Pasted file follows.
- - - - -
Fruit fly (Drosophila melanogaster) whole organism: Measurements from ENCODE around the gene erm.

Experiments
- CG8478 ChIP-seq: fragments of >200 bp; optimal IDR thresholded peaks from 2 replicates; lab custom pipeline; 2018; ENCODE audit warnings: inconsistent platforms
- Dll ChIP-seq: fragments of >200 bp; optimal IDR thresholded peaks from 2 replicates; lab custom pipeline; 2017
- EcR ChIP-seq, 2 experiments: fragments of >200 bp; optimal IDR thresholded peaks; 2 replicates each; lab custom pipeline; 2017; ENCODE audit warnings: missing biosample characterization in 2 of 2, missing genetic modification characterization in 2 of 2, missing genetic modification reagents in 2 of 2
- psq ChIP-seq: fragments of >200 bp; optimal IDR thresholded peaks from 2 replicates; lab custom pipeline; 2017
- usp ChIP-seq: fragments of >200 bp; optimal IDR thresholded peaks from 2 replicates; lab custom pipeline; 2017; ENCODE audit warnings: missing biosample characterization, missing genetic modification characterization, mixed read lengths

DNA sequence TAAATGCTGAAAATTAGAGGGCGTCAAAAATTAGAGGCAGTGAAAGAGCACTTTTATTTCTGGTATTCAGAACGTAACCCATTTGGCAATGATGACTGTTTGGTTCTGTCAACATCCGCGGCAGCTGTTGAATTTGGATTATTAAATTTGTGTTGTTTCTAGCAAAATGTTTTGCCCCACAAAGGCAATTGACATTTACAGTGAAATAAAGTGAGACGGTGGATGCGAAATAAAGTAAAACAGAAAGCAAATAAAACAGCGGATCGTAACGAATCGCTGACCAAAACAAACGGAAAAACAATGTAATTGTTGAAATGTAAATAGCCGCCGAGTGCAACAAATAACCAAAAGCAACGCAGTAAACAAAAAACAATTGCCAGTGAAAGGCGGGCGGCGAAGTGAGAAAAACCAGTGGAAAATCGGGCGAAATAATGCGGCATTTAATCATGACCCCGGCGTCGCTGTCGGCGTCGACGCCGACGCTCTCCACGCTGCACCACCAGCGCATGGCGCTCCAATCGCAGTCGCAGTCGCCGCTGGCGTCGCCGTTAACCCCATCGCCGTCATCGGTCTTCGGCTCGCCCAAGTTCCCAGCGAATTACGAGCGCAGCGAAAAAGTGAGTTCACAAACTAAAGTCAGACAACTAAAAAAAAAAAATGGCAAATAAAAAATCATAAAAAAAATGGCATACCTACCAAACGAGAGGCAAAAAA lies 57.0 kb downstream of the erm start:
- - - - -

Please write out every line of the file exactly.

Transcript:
Fruit fly (Drosophila melanogaster) whole organism: Measurements from ENCODE around the gene erm.

Experiments
- CG8478 ChIP-seq: fragments of >200 bp; optimal IDR thresholded peaks from 2 replicates; lab custom pipeline; 2018; ENCODE audit warnings: inconsistent platforms
- Dll ChIP-seq: fragments of >200 bp; optimal IDR thresholded peaks from 2 replicates; lab custom pipeline; 2017
- EcR ChIP-seq, 2 experiments: fragments of >200 bp; optimal IDR thresholded peaks; 2 replicates each; lab custom pipeline; 2017; ENCODE audit warnings: missing biosample characterization in 2 of 2, missing genetic modification characterization in 2 of 2, missing genetic modification reagents in 2 of 2
- psq ChIP-seq: fragments of >200 bp; optimal IDR thresholded peaks from 2 replicates; lab custom pipeline; 2017
- usp ChIP-seq: fragments of >200 bp; optimal IDR thresholded peaks from 2 replicates; lab custom pipeline; 2017; ENCODE audit warnings: missing biosample characterization, missing genetic modification characterization, mixed read lengths

DNA sequence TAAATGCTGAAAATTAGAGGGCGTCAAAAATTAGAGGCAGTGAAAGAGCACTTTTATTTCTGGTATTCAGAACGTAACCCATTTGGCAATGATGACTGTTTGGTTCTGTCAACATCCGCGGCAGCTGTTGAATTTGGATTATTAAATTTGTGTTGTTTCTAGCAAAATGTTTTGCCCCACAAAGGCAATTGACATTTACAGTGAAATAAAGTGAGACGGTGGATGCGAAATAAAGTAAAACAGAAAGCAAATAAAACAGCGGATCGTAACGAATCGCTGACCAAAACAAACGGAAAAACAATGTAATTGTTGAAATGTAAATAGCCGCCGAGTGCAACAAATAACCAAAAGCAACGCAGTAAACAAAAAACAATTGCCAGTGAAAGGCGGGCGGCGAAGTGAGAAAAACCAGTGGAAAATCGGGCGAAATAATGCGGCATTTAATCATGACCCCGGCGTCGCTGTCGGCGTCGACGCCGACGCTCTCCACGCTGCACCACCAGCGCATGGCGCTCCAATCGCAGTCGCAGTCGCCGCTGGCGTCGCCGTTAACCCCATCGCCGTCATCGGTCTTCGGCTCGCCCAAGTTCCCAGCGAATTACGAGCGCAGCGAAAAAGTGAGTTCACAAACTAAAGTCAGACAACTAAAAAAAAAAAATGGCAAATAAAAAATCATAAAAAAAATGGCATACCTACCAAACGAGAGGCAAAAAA lies 57.0 kb downstream of the erm start: